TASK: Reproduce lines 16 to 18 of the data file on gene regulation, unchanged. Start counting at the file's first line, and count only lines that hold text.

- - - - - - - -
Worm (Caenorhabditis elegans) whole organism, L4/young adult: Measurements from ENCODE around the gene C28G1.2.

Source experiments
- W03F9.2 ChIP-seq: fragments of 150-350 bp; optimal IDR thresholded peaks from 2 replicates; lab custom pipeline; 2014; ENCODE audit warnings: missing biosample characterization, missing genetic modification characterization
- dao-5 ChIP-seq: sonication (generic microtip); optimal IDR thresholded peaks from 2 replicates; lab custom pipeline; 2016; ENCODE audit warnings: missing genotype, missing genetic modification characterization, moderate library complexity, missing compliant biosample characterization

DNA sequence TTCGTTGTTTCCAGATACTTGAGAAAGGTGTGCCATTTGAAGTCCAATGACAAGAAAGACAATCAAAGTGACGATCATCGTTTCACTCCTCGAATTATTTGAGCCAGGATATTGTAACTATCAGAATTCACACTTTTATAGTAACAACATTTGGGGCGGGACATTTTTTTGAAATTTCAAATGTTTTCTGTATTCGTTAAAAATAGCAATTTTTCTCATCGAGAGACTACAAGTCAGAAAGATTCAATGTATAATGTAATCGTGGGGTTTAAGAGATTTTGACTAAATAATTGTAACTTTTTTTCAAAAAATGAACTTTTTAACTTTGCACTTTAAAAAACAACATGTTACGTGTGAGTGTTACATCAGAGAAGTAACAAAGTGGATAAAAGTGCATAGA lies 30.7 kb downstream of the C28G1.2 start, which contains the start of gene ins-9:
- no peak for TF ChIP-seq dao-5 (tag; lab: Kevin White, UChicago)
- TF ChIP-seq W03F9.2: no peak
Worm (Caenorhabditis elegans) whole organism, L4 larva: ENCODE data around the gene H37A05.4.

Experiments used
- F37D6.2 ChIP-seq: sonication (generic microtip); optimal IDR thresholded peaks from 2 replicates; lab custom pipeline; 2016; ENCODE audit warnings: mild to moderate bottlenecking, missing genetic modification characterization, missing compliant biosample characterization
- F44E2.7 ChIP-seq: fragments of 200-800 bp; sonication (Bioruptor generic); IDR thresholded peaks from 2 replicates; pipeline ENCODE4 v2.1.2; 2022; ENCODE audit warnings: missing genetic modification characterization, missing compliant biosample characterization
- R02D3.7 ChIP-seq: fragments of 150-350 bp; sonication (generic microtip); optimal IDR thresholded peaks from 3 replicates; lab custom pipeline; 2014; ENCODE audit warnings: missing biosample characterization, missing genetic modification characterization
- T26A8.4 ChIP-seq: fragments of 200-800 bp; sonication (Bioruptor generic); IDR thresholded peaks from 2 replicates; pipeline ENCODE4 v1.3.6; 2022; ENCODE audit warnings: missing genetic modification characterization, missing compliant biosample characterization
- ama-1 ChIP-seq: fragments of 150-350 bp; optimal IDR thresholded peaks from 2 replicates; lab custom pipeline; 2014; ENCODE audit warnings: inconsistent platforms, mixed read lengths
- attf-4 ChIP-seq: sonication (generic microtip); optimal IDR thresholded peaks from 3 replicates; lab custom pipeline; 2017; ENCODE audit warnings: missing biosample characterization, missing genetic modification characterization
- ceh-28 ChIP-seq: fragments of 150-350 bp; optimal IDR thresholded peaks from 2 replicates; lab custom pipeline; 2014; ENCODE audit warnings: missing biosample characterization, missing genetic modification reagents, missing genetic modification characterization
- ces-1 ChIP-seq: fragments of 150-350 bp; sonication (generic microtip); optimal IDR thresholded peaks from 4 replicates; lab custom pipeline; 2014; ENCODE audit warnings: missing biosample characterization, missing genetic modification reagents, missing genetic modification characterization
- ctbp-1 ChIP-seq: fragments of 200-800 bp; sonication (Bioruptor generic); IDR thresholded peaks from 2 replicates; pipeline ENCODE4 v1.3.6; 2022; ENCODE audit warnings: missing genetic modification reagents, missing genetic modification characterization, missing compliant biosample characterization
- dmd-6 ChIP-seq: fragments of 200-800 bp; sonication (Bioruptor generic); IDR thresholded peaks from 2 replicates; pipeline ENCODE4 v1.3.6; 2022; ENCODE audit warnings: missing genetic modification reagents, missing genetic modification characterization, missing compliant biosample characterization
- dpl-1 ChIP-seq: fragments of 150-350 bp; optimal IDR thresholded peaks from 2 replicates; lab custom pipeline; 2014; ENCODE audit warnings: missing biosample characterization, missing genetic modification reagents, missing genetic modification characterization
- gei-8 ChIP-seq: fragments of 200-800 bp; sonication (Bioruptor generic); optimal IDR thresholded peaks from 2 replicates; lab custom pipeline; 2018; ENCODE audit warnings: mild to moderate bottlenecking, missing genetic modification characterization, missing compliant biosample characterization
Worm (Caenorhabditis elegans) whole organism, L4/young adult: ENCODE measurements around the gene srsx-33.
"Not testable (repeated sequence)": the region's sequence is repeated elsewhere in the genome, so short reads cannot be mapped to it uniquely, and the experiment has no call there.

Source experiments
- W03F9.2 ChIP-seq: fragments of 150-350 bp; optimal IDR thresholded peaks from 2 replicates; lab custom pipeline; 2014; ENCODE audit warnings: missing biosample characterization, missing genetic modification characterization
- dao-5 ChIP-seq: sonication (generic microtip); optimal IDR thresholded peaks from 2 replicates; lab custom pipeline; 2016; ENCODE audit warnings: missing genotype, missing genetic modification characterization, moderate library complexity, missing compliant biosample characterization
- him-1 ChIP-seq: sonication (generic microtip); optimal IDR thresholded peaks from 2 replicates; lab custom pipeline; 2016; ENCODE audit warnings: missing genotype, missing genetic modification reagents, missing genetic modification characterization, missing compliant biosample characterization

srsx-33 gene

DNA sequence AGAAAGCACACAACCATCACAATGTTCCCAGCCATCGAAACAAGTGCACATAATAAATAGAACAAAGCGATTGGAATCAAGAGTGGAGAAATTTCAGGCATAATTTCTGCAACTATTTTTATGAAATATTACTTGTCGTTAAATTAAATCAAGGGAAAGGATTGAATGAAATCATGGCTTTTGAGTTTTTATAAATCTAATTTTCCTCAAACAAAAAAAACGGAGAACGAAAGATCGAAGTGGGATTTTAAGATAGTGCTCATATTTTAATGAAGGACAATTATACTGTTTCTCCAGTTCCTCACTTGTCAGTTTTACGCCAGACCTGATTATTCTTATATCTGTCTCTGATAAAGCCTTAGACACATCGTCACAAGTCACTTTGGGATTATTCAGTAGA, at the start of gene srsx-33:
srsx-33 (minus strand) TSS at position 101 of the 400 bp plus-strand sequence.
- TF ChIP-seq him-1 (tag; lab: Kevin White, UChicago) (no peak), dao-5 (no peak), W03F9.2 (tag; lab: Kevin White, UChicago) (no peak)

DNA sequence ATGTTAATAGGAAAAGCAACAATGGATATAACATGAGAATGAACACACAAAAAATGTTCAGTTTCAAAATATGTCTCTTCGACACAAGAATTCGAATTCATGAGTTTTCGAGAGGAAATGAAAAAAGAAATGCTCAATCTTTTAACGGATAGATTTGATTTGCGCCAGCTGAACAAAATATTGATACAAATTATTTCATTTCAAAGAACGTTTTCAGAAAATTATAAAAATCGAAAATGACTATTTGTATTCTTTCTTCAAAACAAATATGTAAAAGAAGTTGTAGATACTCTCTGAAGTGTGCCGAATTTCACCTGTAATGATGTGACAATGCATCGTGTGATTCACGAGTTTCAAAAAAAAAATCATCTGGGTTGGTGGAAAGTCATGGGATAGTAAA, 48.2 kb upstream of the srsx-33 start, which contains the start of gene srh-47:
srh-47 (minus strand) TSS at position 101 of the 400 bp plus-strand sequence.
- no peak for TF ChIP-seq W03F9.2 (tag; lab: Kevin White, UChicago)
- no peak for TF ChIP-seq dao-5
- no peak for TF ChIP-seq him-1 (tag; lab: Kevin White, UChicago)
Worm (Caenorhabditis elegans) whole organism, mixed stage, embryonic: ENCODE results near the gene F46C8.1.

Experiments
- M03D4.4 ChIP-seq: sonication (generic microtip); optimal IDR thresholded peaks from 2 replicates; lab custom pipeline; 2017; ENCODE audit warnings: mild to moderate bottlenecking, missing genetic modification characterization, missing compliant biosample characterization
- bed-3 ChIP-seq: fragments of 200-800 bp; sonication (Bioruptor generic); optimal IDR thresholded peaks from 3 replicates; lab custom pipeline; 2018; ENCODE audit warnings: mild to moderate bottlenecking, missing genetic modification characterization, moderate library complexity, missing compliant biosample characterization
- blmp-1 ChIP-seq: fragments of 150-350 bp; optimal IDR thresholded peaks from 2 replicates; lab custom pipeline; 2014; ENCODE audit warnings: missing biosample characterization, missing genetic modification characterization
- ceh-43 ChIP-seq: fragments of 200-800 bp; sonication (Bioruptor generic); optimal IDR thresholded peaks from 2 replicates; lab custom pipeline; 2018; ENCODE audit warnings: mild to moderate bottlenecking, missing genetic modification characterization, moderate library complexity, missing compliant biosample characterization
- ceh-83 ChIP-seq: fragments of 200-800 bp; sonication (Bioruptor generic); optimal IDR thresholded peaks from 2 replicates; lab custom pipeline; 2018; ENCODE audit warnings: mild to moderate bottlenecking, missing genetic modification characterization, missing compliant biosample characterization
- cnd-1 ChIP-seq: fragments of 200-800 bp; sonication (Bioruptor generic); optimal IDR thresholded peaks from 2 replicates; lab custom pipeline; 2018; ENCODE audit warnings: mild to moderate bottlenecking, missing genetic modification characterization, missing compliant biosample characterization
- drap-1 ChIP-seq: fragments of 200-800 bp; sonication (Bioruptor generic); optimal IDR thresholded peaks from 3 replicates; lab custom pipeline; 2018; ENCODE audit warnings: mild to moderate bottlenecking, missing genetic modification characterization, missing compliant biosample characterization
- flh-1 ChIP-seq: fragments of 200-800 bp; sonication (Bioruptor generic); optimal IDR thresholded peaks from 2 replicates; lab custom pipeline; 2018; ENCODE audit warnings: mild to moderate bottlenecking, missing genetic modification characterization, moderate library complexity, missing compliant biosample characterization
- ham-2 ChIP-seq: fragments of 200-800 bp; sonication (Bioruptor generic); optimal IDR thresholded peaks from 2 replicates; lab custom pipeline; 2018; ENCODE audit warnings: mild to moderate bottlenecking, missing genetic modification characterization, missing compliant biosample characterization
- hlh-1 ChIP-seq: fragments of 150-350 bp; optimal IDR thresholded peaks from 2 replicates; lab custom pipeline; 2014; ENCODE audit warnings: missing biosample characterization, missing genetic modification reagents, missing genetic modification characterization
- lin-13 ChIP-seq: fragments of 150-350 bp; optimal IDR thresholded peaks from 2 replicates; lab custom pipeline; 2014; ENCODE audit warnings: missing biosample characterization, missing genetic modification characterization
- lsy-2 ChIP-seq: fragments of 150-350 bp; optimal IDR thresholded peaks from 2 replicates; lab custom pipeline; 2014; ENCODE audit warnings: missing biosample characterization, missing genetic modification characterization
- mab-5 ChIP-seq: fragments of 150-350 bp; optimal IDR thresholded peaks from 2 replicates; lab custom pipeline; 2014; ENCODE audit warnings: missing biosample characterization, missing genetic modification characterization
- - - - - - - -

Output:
- ceh-28 ChIP-seq: fragments of 150-350 bp; optimal IDR thresholded peaks from 2 replicates; lab custom pipeline; 2014; ENCODE audit warnings: missing biosample characterization, missing genetic modification reagents, missing genetic modification characterization
- ces-1 ChIP-seq: fragments of 150-350 bp; sonication (generic microtip); optimal IDR thresholded peaks from 4 replicates; lab custom pipeline; 2014; ENCODE audit warnings: missing biosample characterization, missing genetic modification reagents, missing genetic modification characterization
- ctbp-1 ChIP-seq: fragments of 200-800 bp; sonication (Bioruptor generic); IDR thresholded peaks from 2 replicates; pipeline ENCODE4 v1.3.6; 2022; ENCODE audit warnings: missing genetic modification reagents, missing genetic modification characterization, missing compliant biosample characterization